In a 1950's mining town called Coalwood, Homer Hickam is a kid with only one future in sight, to work in the local coal mine like his father. However in October 1957, everything changes when the first artificial satellite, Sputnik goes into orbit. With that event, Homer becomes inspired to learn how to build rockets. With his friends and the local nerd, Homer sets to do just that by trial and a lot of error. Unfortunately, most of the town and especially Homer's father thinks that they are wasting their time. Only one teacher in the high school understands their efforts and lets them know that they could become contenders in the national science fair with college scholarships being the prize. Now the gang must learn to perfect their craft and overcome the many problems facing them as they shoot for the stars. Written by
Kenneth Chisholm <email@example.com>
John's reference to "Bloody Mingo" is about the early 20th century mine war in Matewan. Chris Cooper, who played John, also portrayed union activist Joe Kenehan in the 1987 film Matewan (1987). See more »
When the workers are talking about forming a union, one extra is mouthing the lines of the character speaking as the camera zooms in. See more »
That thing had better fly, or you can kiss your chances of losing your virginity goodbye.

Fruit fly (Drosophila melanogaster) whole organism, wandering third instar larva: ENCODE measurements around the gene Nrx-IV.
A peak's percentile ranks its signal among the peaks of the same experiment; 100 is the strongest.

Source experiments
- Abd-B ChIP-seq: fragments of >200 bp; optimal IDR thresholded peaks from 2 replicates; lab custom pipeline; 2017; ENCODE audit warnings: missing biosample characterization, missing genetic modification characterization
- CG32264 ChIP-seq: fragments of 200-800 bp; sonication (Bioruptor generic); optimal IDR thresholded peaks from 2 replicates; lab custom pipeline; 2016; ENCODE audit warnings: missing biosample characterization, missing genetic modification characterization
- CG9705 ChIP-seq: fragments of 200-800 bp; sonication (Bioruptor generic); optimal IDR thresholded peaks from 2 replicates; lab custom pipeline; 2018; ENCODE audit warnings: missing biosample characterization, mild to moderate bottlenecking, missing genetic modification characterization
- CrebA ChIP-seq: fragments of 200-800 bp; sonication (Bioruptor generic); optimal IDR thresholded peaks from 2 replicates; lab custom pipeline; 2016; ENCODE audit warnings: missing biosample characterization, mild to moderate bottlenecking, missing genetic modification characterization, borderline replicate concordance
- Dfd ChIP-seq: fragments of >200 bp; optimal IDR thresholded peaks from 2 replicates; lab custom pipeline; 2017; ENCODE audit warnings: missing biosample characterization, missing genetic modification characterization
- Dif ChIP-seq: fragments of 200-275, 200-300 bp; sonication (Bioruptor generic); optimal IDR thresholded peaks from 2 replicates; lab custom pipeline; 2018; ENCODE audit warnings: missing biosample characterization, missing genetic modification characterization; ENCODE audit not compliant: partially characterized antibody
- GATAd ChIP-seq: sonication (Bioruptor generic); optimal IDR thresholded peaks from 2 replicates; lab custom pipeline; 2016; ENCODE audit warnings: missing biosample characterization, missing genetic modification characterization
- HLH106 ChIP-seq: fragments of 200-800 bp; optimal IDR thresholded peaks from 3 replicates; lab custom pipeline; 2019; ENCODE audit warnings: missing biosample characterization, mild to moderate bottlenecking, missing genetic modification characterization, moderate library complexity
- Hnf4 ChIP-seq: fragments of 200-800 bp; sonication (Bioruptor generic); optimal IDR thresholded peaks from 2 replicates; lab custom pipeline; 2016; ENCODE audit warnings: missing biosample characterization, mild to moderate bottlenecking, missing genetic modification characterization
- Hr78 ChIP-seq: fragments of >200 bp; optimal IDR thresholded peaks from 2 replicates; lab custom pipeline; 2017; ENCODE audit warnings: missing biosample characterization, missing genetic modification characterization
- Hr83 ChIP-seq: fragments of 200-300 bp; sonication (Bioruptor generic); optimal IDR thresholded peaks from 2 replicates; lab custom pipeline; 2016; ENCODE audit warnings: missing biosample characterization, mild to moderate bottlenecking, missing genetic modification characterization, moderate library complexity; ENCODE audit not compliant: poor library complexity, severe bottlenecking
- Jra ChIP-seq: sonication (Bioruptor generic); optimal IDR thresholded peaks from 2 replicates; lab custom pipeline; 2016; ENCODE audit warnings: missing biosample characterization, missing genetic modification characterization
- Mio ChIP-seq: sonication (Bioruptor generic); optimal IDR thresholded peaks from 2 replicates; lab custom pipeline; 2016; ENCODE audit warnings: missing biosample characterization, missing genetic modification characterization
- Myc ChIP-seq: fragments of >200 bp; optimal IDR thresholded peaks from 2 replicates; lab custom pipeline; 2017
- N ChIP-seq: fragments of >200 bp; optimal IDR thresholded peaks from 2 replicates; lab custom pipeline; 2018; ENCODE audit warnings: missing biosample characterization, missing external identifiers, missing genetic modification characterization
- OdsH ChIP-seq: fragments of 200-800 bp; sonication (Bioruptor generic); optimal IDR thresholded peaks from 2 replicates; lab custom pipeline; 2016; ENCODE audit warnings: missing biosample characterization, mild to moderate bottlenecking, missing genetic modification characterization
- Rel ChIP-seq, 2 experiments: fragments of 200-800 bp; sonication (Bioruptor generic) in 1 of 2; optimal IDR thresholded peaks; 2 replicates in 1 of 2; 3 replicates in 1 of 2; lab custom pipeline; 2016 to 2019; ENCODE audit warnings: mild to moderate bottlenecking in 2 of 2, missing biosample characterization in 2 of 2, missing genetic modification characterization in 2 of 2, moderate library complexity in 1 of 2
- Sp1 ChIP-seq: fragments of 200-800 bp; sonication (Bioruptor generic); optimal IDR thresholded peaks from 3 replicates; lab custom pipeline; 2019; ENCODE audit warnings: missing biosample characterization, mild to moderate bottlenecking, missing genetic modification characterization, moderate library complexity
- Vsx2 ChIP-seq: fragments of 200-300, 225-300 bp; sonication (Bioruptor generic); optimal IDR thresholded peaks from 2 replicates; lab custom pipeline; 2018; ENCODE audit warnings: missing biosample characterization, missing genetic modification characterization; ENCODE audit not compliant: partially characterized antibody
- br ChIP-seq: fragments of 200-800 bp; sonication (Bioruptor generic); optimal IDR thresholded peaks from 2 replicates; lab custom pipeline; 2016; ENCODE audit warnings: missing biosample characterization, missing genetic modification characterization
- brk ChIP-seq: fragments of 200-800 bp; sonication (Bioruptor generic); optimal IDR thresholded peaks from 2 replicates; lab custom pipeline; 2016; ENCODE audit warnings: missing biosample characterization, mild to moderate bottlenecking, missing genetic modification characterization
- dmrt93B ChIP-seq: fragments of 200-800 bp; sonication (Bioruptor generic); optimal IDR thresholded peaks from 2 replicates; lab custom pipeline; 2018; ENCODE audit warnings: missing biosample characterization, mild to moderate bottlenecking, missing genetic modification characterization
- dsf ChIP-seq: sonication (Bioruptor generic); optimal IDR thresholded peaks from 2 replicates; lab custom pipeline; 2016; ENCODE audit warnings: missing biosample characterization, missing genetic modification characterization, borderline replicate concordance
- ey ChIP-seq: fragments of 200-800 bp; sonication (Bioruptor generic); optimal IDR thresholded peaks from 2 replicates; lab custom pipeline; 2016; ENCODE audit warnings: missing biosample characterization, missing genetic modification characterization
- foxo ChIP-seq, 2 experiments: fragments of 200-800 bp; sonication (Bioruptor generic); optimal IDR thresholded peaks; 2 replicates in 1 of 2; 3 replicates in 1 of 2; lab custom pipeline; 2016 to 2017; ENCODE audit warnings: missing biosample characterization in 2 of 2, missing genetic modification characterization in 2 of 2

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The real life people portrayed in the movie are shown during the end credits. See more »
This is a gem, a real piece of Americana for all that this implies. If you are self programed to resist "life-afirming" stories, just stay away and leave the pleasure to the rest of us who still believe. And what makes the frosting on the cake truly delectable is that it is fact based on a real rags to riches story, no need to nit-pick what details were changed to make a compact story. Chris Cooper is one of the greatest living actors, and the complex, self-conflicted, bottom-line good at the core father he portrayed could only be pulled off successfully by someone with his skill and insight. The simple minded comments, refusing to accept a father who tries to lay down the law all the while sensing that he may possibly be off-track, expose the limitation of the commentator, not the writers or the acting. This is not for the cynical, or the simple minded.
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